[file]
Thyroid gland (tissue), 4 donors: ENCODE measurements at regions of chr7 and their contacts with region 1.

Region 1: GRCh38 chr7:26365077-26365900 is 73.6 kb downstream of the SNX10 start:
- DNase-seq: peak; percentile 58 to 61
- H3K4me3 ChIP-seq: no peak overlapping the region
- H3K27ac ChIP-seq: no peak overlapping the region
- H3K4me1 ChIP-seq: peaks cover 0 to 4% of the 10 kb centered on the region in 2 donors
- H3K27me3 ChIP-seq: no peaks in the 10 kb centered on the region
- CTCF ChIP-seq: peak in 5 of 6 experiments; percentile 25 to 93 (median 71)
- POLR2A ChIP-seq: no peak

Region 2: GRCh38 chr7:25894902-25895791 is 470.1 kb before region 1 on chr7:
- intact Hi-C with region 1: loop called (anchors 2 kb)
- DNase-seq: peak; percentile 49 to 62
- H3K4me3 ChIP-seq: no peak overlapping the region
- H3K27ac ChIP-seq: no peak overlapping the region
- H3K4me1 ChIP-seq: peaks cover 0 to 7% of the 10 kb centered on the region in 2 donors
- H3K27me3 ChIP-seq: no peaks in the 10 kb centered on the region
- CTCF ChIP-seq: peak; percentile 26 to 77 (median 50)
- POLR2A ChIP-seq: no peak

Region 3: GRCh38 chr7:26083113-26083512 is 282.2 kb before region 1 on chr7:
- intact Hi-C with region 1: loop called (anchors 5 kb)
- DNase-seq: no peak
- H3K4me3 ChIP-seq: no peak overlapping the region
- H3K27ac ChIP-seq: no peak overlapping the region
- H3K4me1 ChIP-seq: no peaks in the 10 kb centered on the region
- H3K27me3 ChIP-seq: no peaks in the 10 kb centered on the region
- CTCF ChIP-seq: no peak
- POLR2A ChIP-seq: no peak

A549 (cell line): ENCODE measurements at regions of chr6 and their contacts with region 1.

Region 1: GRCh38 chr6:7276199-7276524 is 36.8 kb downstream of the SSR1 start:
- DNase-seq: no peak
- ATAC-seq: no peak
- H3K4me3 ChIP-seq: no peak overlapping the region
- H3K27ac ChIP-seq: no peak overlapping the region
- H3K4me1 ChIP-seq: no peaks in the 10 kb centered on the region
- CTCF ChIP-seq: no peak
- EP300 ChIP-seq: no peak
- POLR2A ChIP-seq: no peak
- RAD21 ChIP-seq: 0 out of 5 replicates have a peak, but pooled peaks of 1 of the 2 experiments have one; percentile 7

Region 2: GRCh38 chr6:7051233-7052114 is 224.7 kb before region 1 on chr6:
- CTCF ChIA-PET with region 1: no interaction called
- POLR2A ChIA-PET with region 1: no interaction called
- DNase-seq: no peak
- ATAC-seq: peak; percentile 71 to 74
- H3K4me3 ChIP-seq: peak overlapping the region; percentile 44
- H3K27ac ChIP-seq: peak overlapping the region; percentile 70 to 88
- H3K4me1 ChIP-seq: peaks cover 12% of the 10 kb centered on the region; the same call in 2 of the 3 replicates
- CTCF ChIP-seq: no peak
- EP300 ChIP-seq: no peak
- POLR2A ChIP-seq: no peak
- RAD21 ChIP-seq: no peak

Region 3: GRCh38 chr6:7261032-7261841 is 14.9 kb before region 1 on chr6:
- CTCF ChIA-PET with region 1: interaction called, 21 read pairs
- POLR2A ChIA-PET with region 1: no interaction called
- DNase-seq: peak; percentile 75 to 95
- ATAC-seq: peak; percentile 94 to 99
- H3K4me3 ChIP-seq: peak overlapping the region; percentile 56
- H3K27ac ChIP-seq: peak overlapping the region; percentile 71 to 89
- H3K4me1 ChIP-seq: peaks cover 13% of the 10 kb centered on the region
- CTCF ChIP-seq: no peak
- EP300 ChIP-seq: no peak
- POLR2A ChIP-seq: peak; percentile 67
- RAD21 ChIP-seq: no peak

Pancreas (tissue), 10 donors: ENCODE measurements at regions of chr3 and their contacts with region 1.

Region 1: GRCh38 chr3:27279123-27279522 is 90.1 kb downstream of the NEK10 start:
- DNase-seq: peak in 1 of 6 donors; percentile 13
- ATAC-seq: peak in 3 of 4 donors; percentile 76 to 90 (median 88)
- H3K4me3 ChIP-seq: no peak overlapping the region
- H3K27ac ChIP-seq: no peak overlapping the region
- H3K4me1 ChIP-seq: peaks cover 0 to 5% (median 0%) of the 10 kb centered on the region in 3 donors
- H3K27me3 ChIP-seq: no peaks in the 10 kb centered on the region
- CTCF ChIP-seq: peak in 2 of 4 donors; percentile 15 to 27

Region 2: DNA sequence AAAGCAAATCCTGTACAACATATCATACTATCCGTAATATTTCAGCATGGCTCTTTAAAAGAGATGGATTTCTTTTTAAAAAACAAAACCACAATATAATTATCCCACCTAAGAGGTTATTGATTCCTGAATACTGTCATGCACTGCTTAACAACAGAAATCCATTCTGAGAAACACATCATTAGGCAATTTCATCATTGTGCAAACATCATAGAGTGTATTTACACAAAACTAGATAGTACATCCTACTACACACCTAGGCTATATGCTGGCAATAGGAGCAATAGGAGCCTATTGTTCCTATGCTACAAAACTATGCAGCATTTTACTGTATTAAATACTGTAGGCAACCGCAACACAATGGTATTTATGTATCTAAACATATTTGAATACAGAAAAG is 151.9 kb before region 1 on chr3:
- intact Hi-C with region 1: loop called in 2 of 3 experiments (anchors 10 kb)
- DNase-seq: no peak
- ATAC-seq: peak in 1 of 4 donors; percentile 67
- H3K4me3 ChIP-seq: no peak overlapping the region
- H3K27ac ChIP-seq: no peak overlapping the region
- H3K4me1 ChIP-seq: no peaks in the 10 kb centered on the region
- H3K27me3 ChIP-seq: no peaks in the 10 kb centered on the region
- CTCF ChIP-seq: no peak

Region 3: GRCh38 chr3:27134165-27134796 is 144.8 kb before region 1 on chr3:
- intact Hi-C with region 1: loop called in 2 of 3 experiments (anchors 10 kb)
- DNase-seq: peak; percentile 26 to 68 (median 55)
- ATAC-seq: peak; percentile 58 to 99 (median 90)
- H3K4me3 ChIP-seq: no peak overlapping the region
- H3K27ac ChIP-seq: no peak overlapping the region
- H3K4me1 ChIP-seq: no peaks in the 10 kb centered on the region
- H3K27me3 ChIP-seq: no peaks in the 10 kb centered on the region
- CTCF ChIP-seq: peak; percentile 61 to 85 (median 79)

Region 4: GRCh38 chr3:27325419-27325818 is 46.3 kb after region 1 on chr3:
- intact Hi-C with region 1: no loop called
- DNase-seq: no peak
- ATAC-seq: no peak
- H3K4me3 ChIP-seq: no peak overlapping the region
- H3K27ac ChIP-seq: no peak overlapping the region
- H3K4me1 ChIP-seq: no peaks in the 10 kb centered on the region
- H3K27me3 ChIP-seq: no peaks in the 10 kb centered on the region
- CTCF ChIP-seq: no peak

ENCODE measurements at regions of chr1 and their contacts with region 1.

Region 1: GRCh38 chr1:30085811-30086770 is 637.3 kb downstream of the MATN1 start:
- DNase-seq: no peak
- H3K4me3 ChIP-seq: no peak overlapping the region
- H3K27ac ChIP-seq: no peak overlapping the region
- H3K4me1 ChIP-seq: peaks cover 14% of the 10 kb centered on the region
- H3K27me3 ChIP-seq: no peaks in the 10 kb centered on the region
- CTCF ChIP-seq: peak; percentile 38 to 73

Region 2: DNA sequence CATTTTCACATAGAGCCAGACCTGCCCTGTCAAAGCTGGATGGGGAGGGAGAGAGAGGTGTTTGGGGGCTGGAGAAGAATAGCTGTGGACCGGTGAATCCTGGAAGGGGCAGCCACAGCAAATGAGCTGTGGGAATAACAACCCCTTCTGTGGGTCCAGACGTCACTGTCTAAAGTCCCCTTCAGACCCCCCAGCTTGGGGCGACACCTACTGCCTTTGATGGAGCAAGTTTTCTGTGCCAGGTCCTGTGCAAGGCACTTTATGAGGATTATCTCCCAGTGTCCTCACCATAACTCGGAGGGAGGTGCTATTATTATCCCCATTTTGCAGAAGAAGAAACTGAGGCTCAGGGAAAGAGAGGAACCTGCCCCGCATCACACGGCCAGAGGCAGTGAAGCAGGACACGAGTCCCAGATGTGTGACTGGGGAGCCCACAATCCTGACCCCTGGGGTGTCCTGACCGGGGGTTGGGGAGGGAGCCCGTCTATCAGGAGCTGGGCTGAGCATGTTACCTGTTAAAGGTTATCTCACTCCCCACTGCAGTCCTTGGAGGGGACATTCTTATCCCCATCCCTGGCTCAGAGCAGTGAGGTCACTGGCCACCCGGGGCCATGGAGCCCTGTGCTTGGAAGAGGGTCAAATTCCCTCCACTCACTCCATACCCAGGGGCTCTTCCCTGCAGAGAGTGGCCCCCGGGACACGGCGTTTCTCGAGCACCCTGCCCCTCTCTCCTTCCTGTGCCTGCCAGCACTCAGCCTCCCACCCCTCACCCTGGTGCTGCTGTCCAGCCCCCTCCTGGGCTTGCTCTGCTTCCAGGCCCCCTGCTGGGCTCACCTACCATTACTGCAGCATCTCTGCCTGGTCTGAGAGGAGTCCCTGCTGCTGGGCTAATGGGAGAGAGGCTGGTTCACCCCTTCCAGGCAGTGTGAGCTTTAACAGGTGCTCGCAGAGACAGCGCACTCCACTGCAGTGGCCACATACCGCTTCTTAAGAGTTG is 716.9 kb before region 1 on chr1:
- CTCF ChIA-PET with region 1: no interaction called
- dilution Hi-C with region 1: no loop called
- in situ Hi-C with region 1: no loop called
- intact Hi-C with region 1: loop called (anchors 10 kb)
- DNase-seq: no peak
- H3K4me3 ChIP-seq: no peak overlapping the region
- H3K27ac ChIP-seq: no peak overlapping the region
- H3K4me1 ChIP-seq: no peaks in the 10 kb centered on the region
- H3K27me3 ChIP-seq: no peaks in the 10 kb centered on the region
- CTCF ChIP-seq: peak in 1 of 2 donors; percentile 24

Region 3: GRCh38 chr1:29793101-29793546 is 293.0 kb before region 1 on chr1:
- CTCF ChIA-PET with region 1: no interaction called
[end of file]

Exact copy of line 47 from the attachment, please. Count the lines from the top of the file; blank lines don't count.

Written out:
- CTCF ChIP-seq: no peak